Holden is so confused with his life, and so depressed because of the lack of love and affection he receives. As the novel unravels we come to see that Holden likes to distract himself from his issues and problems, by spending time with people who have no significance to him whatsoever, and I believe it is because Holden is trying to find a sense of purpose due to the
We learn of Holden’s fear of growing up and entering adulthood. However, instead of acknowledging that adulthood scares him, he tries to create a fantasy in which adulthood is all full of phonies and childhood is all filled with innocence. Throughout the novel we see Holden try to cling on to his own childhood but also in turn he wants to prevent others from exiting their childhood. This is optimized when he talks about himself wanting to ‘ be the catcher in the rye and all.’ From this quote we learn that Holden perceives adulthood as something that just happens and you don’t see it coming. He wants to stop people and prevent them from entering adulthood, which he likens to being like falling off of a cliff; “What I have to do, I have to catch everybody if they start to go over the cliff” .
Growing up is hard. How about trying to fit in Holden’s shoes? The Catcher in the Rye chronicles the events, retold by the anti-hero Holden Caulfield. After Holden flunked out of school, he decides to explore New York for a while until Christmas as he encounters people in hopes of finding his purpose in life. In the novel, Holden’s sporadic tendencies can be linked to his fleeting childhood as the call for maturation gets louder; his contrasting reality and blissful ignorance weighs down Holden physically and psychologically in three ways: Allie’s death, encounter with Sunny, and Phoebe’s carousel ride.
We see Holden’s fear of phonies shine throughout The Catcher in the Rye. Why does he have this fear? Shouldn’t someone who acts tough and often brags know that they will never become a phony? The answer would be yes if Holden wasn’t so insecure. Holden’s childish ways cause him to never mature and figure out who he is as a person.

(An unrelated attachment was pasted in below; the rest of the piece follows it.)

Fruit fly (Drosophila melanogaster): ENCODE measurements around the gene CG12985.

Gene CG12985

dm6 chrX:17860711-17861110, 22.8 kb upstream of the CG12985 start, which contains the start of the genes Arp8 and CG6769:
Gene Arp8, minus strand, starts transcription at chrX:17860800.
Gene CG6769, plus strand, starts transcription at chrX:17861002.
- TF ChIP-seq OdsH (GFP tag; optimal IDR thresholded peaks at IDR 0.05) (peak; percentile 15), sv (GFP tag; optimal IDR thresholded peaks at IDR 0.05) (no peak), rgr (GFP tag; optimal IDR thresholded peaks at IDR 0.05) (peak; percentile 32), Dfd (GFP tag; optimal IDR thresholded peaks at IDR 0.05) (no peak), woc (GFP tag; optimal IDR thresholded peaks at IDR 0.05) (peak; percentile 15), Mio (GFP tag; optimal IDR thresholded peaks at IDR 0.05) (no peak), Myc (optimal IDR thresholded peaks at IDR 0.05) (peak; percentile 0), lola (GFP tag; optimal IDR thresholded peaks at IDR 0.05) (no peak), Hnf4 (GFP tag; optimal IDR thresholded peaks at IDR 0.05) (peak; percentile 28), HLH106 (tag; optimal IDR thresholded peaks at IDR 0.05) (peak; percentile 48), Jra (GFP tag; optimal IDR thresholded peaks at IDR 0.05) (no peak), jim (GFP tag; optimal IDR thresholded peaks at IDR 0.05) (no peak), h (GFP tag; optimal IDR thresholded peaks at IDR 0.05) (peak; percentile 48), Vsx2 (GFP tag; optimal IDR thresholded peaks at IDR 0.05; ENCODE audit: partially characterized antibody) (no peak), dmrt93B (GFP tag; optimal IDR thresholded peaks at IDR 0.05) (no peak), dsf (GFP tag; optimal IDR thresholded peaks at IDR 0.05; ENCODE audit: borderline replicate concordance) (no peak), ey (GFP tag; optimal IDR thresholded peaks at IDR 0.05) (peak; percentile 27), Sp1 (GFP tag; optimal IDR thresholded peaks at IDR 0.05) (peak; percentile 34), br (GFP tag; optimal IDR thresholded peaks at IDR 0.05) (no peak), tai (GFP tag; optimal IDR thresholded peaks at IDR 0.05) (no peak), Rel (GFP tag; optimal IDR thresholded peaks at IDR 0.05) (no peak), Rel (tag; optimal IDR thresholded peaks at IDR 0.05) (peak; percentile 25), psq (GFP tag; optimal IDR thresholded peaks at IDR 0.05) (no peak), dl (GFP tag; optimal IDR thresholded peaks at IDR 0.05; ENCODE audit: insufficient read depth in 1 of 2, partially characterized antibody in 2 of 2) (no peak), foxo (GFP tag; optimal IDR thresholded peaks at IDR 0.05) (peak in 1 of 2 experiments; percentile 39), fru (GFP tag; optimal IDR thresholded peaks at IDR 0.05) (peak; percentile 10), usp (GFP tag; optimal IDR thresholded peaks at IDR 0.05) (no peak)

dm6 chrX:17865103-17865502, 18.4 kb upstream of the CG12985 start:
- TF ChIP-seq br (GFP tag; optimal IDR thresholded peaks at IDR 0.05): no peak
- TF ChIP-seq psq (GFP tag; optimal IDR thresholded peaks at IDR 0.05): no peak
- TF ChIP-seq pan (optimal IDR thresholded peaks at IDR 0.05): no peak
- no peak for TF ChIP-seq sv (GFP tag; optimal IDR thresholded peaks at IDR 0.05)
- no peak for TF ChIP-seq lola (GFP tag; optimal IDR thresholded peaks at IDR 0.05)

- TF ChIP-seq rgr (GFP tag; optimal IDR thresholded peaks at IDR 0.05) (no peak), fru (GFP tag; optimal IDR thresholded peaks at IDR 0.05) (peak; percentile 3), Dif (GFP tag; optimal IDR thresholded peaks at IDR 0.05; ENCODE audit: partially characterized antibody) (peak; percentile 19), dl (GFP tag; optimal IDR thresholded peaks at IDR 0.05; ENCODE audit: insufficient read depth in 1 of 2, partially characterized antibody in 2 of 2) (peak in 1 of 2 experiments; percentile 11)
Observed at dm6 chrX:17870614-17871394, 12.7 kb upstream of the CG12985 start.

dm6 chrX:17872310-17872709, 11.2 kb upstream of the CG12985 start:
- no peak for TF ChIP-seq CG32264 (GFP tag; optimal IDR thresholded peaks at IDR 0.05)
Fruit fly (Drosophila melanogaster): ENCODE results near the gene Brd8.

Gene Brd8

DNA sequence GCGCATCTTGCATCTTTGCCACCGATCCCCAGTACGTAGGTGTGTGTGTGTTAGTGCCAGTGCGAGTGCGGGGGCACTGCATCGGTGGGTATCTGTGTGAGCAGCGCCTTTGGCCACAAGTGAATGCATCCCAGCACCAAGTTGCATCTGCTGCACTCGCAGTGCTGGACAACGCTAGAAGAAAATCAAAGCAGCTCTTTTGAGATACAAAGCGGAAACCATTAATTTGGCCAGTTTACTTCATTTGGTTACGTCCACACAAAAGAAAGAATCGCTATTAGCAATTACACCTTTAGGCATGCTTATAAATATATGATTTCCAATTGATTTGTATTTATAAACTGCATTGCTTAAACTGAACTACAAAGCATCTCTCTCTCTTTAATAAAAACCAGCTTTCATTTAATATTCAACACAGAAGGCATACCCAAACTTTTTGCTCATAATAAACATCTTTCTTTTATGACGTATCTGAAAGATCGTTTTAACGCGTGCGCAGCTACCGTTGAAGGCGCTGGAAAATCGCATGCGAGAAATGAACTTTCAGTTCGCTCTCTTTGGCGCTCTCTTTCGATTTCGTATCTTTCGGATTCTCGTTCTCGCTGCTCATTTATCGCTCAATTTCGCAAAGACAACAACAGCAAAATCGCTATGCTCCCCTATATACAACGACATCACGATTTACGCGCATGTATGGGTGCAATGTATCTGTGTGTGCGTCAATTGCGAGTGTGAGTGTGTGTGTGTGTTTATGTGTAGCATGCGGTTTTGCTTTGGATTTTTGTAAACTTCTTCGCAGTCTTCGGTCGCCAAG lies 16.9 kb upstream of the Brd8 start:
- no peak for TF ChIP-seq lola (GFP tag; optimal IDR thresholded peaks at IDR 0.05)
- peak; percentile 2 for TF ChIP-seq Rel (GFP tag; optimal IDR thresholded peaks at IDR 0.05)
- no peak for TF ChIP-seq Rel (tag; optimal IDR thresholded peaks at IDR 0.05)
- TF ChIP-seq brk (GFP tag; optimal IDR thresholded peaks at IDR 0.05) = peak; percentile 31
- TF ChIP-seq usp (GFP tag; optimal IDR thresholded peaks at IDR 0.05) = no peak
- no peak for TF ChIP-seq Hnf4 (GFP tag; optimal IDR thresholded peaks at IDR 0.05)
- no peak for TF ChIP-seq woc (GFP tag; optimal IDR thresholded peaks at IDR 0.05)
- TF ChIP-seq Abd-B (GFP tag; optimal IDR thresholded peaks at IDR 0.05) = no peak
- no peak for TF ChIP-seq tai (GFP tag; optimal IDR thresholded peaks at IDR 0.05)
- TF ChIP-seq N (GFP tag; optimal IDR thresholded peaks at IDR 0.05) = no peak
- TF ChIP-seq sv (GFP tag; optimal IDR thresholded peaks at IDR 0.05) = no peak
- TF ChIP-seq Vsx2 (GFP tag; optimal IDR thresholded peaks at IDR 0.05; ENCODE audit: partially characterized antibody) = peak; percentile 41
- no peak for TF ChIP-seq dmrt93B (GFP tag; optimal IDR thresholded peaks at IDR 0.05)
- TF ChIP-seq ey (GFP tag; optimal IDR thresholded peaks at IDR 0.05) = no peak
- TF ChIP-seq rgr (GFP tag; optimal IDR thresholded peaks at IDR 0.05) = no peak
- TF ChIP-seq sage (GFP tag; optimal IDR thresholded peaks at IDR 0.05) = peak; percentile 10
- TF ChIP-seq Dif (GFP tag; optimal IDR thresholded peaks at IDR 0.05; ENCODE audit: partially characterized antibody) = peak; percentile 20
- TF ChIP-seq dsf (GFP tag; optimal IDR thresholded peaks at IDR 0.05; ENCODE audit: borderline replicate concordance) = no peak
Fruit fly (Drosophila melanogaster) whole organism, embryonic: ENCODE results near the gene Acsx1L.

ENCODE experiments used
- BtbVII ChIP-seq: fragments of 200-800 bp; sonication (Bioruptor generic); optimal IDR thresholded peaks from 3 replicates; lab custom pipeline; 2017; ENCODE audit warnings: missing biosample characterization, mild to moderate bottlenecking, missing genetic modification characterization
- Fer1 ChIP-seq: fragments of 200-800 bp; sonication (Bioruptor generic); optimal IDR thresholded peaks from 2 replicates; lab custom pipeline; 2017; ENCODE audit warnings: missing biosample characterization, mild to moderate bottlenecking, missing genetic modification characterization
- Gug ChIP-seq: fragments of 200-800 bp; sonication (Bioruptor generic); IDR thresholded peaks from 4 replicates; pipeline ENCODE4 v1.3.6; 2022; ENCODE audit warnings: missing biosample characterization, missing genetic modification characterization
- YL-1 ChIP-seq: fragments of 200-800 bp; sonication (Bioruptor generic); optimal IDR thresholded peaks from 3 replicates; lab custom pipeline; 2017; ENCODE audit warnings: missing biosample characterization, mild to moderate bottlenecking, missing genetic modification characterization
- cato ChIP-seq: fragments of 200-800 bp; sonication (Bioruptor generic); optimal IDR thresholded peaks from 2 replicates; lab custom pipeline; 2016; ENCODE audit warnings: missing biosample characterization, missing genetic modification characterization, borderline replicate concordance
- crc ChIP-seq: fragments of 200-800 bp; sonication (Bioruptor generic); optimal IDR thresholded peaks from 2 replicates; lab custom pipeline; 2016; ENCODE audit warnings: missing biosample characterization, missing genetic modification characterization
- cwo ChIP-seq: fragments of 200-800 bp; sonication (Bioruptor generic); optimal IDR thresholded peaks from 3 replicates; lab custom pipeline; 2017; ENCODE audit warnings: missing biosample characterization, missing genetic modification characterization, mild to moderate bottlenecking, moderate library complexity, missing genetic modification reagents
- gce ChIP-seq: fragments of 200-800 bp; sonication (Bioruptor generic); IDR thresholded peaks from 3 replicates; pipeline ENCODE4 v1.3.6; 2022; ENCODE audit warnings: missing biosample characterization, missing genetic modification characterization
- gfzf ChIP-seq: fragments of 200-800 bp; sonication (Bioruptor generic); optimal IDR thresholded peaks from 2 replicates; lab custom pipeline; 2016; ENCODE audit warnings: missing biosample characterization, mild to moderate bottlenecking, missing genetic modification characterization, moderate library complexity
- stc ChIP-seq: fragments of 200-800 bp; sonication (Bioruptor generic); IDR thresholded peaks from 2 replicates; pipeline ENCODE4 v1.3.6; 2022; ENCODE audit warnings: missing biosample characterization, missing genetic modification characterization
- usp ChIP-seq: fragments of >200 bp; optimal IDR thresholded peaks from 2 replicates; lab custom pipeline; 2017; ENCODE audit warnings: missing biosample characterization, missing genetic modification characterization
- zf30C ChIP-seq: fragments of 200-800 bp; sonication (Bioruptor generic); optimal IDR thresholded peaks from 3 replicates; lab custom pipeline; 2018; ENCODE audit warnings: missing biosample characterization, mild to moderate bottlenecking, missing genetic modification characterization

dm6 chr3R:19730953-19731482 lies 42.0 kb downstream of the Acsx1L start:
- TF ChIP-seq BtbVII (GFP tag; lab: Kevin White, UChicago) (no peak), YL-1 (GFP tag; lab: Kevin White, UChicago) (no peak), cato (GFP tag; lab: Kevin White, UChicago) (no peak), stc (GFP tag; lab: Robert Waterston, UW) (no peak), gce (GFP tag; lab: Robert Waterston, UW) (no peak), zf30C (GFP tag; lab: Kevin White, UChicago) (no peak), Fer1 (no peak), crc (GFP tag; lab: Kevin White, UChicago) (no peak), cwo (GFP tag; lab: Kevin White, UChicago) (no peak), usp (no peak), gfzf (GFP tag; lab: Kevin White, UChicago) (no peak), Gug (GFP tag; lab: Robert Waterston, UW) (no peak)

Through his journey, Holden comes across several occasions where he experiences phoniness. This trait is prolifically shown among the people who meet Holden as well as himself, as he talks about the first hand experiences he encounters. Holden’s contempt for phonies is unwarranted due to his own attempts to act more mature than he is, the constant lies he tells others, and his inability to live up to his own moral standards. Holden Caulfield continuously tries to act more mature than he is which makes him unjustified in his
This all shown through Imagery, symbolism, and diction. In the beginning of the novel Salinger portrays Holden as a antisocial person who is often seen alone and describes the world as a “ world full of phonies” one example of this is at the beginning of the book wherein the
Teenagers will feel more anger and negativity about almost everything around them. In The Catcher in the Rye, Holden Caulfield’s life is a great example of negativity and anger. He had also experienced the injustice of fate - his brother died. On the night that his brother died, Holden broke all the windows in the garage with his own fists. After that day, Holden changed to a different person who is always full of anger and feels disgusted about the world.
Holden seems to be ostracised and victimized from the world around him. Interactions with others confuse and overwhelm him, so Holden is usually isolated. Holden is in this weird situation where he desires companionships or to interact with others but he ends up backing out. The reason behind his alienation could be the fact that others alienate him, he alienates himself, or both for that matter. In chapter twenty, he
Rhetorical Précis 1: In his essay, “ Love and Death in The Catcher in the Rye” (1991), Peter Shaw claimed that Holden behavior and way of thinking is due to common abnormal behavior in a certain time for teenagers (par. 10). Shaw supported his assertion of the young Holden by comparing the literary culture of the 1950s and how Holden’s fictional character fits within the contemporary Americans novels as a, “ sensitive, psychological cripples but superior character” (par. 3). Shaw’s purpose was to show that Holden’s sensitive and psychological behavior is not abnormal, but such like stated by Mrs.
In both novels the protagonists are teenage boys who do not conform to society's standards and expectations. The theme of accepting one for as they are is prominent in both works and is one of the main reasons I enjoy both novels so much. Both of these books have arguments on how one perceives himself. In The Catcher in the Rye, Holden believe he is invincible, like when he attacks Straightlayer on page 50 because of a girl he had feelings for. Another good argument that makes the plot convincing is the discussion back and forth between Holden and Mr. Spencer, where the teacher tells him, “do you blame me for flunking you, boy?” on page 15 and Holden has a little hissy fit.